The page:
Thursday, May 31, 2012

Digital Marketing Is Marketing

Digital publishing is not just about pouring the physical book into a digital container, or even about redesigning the content so it digitally stands on its heads, does a twirl and explodes in a sea of multi media. It is about revisiting everything from its creation and acquisition to its death, which in digital, could mean eternity. One of the latest areas to raise the noise levels within the market, is concerning how to market in the digital age. This is not just about marketing digital works, but all works be they physical, digital or hybrid. Here again the various sectors and genre are diverging often in different directions and at different speeds and what is clear today is that there is not one shoe that will fit all.

Today, the haystack of available works is getting bigger by the day. Not only do we have the book in print, but conceivably every book ever published and every aspiring work now being published directly by anyone wishing to express themselves. How do we find that needle in this haystack? How do we validate it? How do we value it?

Marketing a book in a mass market environment was often down to throwing money at the wall and hoping some sticks. Yes there was often some great marketing promotions and creative materials, but at the end of the day it often came down to that old retail adage, ‘if it ain’t on the shelf, you can’t sell it.’ The internet changed that and created the virtual shelf. Now the problem was not getting it onto the shelf, but making it visible on the shelf, getting it to the top of the pile and ensuring that it was suitably tagged to respond to searches. Customers also wanted to touch , feel and value inside the cover. Customers suddenly became known on the internet and their habits and likes were trackable, making direct marketing and upselling feasible. However, the customers were owned by the retailers and the publishers were somewhat kept at arms length so remained blind and locked into a mass market. Now we have social marketing, which differs from mass and direct as it is viral and can have a life of its own. It allows everyone to be known. 

We now have three marketing tectonic plates colliding each with different drivers, audience focus and potential results today and tomorrow.

The point that readers are often very eclectic can’t be forgotten. Not only do they often read a wide range of material, but they often do so in a inconsistent manner. We often look for different material according the role we are playing at the time or the need we are seeking to satisfy. The teacher will look for, validate and value course material differently from theirown leisure reading – same person, different roles. The student will look for, validate and value the same course material differently – same material, different role and values. These different perspectives of need and value are what makes marketing difficult and the ‘one shoe’ approach often unrewarding to the one person that matters – the buyer.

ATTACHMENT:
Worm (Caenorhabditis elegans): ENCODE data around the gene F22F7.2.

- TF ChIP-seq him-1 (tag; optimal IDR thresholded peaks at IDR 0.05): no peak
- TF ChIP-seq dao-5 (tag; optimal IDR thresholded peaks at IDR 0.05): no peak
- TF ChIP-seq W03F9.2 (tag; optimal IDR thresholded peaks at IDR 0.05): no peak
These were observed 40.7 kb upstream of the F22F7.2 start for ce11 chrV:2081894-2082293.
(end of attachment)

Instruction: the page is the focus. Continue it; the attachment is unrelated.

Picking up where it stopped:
The latest buzz word is ‘discoverability’. It as if we believe that correctly tagging and referencing material will make it discoverable and therefore a success. Suddenly, many believe everything will become simpler through technology  As we all discovered, merely piling money into schemes such as  Adwords may have got us to the top of the pile but didn’t guarantee a sale. Getting ‘liked’ in Facebook may give us a recommendation, but actually says little other that it was like for some reason. A Twitter recommendation is limited by its characters and often is like scattering gains into the wind. A lot of the social networking marketing appears to be more about ‘mass recognition’ than mass validation. Perhaps that is the answer, if we can get enough people to say they like it we all believe it has real value?

It would appear that the bottomline is that there is no right or wrong way to market a work. Like all marketing it is about understanding your audience, how to reach that audience, how to ‘connect’ with that audience, how you measure performance and ultimately where the money is today.  The challenge is how do you organise yourself to do this allowing the core to remain whilst experimenting and measuring the different approaches?

4 comments:

marketing mix said...

Also it needs to be validated with information on others sites to build up a back link database. With the growth of information, search engines need to have this validation to stop the growth of search hijacks and misinformation displayed in its results to the user.

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Sonu Nilam said...

Wow...This is really true globally. Spends on digital media has been increasing rapidly. I've been going through portfolio of few agencies like ibs, Communicate2, etc. and the work they have done reflects many of your thoughts. Thanks for sharing this article.